When the cooking time is over, test the turkey to see if it is done. Insert a long skewer in to the deepest part of the thigh, through into the breast meat. Remove the skewer. Push a tablespoon against the skin at the point of the skewer’s entry and allow the juices to flow into it. If the juices are clear, the meat is done; if they are pink, return the turkey to the oven and cook for another 15 minutes before testing again. When the meat is done, lift the turkey from the roasting pan (in which the gravy is to be made) and place on a platter. Cover the turkey with two layers of wide foil and leave to rest for up to an hour.

To carve, cut slices of the white meat from the breast vertically, cutting across the grain. Remove the legs one at a time and carve the brown meat from them. Serve each person brown and white meat, plus stuffing from the neck cavity.



I like my gravy clear and thin, but you can add flour if you want a coating gravy. Pass it through a sieve after cooking to remove any lumps. The giblet stock can be made the previous day.

For the giblet stock

15g butter

Turkey giblets

1 onion, chopped roughly

1 celery stick, chopped

1 carrot, sliced

A sprig of thyme

1 bay leaf

1 litre of water

For the gravy

100ml Marsala

60ml dry white wine

1 heaped tbsp flour mixed to a paste with 30g butter or turkey fat (optional)

Melt the butter in a saucepan and add the turkey giblets. Brown them lightly, then add the vegetables with the herbs. Cover with the water and simmer for 40 minutes. Strain through a sieve, retaining the liquid. Season this liquid with salt to taste and set aside or store in the fridge.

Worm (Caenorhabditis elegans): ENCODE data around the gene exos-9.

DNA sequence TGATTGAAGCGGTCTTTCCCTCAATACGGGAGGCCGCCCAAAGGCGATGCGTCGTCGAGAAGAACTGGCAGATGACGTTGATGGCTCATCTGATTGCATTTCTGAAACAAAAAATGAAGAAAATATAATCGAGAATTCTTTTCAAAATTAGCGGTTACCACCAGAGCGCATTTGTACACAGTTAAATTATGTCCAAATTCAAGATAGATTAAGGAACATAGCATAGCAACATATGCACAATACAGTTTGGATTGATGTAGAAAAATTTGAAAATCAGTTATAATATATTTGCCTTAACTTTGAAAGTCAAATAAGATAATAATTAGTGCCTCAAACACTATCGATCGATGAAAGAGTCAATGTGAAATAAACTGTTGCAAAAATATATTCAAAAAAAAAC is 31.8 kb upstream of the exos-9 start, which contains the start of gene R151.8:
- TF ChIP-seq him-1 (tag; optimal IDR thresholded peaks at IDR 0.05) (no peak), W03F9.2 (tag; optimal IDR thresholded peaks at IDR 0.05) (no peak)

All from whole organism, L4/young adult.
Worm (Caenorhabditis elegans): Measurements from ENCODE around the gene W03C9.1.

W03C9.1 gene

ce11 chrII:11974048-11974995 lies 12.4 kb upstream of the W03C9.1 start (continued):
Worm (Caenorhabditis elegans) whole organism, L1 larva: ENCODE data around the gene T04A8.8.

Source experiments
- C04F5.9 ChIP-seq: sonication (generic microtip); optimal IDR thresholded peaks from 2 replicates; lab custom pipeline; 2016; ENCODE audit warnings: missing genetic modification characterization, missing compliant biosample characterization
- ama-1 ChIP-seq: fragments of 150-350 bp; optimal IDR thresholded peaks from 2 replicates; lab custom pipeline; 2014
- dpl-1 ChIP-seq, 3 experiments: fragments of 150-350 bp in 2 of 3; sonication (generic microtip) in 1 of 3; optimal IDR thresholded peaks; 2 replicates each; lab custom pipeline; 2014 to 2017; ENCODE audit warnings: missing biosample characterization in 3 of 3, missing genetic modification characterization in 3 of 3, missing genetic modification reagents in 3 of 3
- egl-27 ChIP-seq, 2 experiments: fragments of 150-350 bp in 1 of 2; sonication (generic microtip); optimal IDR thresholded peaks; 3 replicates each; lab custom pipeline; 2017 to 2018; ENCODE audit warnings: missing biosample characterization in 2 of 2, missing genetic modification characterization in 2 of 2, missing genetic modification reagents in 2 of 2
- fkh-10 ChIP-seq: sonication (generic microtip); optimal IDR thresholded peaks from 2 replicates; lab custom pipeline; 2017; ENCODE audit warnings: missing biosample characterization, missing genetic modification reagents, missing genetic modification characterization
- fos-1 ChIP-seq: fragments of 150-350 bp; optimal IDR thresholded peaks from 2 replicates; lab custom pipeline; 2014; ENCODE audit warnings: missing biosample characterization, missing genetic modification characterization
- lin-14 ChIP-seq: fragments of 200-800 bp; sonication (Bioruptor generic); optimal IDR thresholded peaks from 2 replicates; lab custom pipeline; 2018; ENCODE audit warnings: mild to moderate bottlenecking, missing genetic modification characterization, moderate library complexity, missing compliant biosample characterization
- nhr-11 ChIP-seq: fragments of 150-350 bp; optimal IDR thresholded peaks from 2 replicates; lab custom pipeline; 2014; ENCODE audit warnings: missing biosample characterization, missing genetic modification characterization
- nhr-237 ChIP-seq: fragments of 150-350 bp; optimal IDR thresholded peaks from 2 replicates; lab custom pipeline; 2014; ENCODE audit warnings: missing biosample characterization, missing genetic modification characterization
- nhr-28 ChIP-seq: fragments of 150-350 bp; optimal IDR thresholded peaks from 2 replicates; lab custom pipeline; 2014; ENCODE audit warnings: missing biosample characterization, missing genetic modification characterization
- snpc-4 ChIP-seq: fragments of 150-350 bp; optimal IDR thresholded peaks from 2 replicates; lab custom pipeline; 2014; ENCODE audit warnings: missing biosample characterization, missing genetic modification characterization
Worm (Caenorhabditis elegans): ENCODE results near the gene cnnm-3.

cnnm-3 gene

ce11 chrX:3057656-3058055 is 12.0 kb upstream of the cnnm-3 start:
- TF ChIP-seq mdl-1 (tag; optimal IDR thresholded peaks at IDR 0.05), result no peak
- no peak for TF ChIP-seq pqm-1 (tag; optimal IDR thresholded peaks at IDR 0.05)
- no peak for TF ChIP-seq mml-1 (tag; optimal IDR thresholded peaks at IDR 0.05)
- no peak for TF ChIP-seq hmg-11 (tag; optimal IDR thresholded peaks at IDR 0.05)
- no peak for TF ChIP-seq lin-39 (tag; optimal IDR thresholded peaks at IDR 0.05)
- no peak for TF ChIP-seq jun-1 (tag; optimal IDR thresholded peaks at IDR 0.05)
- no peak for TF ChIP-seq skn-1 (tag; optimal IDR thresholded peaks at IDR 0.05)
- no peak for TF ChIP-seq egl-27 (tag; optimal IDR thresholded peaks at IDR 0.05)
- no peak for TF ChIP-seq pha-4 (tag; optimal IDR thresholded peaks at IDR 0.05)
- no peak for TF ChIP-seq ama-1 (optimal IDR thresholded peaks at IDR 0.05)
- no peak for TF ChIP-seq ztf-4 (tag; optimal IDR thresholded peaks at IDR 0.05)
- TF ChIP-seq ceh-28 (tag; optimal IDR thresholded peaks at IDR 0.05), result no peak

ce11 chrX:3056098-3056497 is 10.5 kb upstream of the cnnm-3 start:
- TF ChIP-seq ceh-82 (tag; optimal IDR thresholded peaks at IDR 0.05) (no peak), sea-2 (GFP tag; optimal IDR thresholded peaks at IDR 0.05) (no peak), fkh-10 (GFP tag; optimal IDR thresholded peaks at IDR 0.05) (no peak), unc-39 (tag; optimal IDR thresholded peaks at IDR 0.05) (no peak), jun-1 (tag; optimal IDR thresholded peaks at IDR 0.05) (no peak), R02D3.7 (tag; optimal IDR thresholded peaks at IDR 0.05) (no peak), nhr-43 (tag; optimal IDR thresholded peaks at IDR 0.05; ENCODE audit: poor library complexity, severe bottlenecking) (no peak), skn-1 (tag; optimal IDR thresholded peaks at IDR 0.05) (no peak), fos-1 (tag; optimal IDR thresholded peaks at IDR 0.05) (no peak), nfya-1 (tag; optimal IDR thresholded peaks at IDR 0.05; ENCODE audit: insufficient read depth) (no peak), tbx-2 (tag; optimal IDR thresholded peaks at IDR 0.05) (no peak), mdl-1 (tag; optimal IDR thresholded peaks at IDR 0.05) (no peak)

After roasting the turkey and removing the bird from the roasting pan, tip out as much fat as you can, leaving behind the roasting juices and caramelised bits. Place the pan over a medium heat and let it sizzle. Pour in the Marsala and wine, then scrape at the bottom of the pan to mix the cooking juices and bits into the liquor. Add half the giblet stock and bring to the boil. If you are using a flour roux, sprinkle it on to the surface of the bubbling pan – but do not stir it until the contents of the pan have boiled for about a minute. Briskly whisk the gravy until it thickens. Add the remaining stock and allow to bubble for 30 seconds, then taste and season the gravy. If you are not using the flour roux, simply add all the stock at once then bring to the boil.

Classic bread sauce recipe

Prepare the infused milk the day before and store it in the fridge.

1 onion

8 cloves

4 peppercorns

A few gratings of nutmeg

¾ litre of whole milk

About 300g fresh white breadcrumbs

3 tbsp butter

150ml cream

Stud the onion with the cloves. Place in a pan with the spices and milk and bring to the boil. Turn off the heat and leave the milk to absorb the flavours for a minimum of 30 minutes, then strain the liquid through a sieve and return it to the pan or store it in the fridge until needed.

Fifteen minutes before serving, reheat the milk. Add enough breadcrumbs with the butter and cream to make a wet sauce. Add salt to taste and serve hot.

If the sauce thickens while it waits, add a little fresh milk to loosen it.

Cranberry, orange and port sauce recipe


This sauce can be made several days in advance and stored in the fridge.

4 tbsp fine-cut orange marmalade

100ml port

250g fresh cranberries

Put the marmalade in a pan with the port and bring to the boil. Simmer and stir until the marmalade melts. Add the cranberries, cook until they soften, then remove from the heat. Store in an airtight container. Serve cold with the turkey.

Crisp seasoned breadcrumbs recipe


You can serve these as an extra to soak up the gravy, and also scattered over the turkey. Make in advance and warm before serving.

85g butter, melted

200g fresh breadcrumbs from

A sourdough or ciabatta loaf

½ tsp ground allspice

The zest of 1 lemon

Put all the ingredients in a frying pan and cook over a low heat until golden, fragrant and crisp. Store in an airtight container until needed. Warm in a pan or oven before serving.


Perfect vegetable side dishes

Damson and claret jellies with cinnamon cream recipe

How to make a Christmas cheescake, step by step